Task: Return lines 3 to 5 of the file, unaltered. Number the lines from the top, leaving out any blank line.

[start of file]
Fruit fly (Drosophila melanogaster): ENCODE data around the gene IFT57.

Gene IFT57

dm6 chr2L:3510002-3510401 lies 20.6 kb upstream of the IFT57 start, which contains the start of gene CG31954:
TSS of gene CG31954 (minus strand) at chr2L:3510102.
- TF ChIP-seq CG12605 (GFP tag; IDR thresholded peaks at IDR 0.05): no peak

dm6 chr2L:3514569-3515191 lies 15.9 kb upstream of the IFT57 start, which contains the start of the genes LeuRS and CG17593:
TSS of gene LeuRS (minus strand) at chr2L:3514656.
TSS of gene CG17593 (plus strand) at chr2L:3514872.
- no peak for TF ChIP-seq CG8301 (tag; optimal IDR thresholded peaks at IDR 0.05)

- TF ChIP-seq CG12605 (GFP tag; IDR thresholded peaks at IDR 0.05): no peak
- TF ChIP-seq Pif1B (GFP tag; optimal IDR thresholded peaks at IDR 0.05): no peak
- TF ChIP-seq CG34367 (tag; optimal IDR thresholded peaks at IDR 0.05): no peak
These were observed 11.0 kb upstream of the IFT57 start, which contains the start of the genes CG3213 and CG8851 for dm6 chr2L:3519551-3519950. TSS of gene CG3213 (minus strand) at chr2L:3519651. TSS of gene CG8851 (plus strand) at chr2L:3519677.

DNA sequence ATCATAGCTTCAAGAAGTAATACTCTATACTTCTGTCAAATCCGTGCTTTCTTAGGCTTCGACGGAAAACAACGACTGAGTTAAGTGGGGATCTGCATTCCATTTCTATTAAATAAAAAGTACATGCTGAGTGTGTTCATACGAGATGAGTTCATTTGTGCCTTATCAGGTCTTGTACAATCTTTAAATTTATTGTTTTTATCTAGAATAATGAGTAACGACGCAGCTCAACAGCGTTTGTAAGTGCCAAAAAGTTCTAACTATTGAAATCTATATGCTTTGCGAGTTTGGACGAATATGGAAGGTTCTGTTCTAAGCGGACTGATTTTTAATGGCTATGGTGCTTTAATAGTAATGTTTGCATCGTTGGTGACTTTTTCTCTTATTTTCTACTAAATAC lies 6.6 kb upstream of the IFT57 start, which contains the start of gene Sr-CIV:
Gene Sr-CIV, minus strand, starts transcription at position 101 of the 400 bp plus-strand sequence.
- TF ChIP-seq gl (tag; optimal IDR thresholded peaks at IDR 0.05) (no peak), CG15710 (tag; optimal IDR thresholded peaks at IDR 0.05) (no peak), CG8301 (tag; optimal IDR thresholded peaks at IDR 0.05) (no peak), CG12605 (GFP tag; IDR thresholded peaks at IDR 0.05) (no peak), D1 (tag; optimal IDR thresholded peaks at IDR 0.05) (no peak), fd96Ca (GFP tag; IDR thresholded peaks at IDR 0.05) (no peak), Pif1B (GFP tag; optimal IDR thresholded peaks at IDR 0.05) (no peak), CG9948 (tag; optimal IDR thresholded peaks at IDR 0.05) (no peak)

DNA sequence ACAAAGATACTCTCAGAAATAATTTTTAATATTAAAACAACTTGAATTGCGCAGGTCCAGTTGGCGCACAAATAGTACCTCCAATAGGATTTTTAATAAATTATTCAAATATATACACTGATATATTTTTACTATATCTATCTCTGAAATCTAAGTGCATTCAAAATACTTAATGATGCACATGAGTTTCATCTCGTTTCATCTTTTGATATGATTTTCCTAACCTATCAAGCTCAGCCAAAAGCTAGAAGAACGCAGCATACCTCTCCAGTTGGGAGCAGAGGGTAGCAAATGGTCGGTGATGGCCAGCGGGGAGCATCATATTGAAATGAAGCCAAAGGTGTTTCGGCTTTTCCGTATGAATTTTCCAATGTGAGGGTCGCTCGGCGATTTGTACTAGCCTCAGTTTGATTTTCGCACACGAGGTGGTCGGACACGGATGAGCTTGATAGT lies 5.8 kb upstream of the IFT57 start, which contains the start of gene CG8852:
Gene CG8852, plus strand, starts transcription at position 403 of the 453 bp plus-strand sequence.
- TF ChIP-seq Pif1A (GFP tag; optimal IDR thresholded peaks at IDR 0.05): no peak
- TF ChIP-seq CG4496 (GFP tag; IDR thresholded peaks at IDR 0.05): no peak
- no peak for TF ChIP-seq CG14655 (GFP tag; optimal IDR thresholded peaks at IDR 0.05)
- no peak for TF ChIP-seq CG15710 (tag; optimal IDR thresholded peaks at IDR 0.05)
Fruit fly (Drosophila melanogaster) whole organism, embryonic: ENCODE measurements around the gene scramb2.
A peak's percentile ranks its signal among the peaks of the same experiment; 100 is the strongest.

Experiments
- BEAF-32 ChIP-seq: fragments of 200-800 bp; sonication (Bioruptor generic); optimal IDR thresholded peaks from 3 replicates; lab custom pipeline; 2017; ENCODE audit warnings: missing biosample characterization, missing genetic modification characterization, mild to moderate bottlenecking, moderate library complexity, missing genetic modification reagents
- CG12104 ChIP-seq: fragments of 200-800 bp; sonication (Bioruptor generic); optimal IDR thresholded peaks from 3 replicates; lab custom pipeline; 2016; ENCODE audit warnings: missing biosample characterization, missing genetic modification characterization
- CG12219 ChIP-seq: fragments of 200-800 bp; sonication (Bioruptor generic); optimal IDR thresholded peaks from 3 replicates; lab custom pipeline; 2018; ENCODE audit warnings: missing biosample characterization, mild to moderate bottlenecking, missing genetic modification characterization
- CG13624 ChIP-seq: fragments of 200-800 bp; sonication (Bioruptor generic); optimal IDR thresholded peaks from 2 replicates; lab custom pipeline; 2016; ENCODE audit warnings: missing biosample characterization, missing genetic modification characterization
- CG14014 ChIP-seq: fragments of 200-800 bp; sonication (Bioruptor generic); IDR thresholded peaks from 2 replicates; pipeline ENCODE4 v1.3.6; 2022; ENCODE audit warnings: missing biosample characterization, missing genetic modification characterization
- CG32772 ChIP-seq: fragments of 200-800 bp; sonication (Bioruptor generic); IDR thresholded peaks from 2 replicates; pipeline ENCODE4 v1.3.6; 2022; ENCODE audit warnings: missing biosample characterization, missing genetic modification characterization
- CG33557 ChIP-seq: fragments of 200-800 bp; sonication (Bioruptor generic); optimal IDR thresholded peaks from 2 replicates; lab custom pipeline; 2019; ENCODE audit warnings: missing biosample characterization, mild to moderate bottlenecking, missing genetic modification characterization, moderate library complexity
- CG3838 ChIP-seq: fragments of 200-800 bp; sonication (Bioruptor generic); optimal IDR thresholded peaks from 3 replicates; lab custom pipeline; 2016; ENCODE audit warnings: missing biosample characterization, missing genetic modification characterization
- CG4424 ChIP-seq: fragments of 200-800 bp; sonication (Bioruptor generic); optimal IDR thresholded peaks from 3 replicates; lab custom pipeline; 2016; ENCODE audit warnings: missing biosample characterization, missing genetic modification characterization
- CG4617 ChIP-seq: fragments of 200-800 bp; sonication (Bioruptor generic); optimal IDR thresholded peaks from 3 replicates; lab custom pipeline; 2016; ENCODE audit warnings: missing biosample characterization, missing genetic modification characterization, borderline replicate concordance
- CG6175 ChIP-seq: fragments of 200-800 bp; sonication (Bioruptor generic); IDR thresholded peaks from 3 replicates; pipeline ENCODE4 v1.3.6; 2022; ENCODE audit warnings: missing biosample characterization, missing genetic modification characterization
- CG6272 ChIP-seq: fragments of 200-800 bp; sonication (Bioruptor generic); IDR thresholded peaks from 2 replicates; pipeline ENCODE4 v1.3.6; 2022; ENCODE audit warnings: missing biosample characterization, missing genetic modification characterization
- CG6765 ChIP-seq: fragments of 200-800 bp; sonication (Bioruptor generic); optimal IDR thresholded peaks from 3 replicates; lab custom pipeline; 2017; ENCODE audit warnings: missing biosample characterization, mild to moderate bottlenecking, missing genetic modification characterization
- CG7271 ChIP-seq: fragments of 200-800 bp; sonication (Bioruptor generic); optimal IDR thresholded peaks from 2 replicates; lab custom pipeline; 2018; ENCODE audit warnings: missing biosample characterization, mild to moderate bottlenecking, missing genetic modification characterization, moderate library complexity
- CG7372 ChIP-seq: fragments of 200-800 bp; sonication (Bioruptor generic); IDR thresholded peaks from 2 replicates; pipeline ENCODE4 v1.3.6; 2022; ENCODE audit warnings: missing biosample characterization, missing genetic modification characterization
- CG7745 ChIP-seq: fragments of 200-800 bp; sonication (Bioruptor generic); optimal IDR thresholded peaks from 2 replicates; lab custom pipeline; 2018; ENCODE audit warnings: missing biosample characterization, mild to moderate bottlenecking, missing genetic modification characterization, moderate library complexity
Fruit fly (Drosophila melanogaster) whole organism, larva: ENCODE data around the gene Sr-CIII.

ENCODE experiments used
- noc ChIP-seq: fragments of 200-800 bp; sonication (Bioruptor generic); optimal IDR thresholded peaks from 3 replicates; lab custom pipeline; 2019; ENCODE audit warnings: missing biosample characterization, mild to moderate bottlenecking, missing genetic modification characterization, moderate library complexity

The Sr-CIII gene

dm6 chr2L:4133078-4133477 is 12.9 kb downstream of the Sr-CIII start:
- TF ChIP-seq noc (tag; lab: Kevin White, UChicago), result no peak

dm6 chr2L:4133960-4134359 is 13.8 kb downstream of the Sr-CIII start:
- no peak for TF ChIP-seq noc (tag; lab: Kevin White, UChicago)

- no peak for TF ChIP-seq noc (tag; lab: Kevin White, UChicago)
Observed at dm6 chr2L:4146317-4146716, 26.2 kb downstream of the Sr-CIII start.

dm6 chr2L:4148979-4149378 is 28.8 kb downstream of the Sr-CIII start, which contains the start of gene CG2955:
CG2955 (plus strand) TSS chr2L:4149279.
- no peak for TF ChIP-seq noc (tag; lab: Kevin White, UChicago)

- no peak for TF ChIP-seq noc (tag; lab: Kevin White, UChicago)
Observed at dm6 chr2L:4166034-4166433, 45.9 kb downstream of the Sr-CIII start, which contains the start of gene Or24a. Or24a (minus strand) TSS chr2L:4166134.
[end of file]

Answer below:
dm6 chr2L:3510002-3510401 lies 20.6 kb upstream of the IFT57 start, which contains the start of gene CG31954:
TSS of gene CG31954 (minus strand) at chr2L:3510102.
- TF ChIP-seq CG12605 (GFP tag; IDR thresholded peaks at IDR 0.05): no peak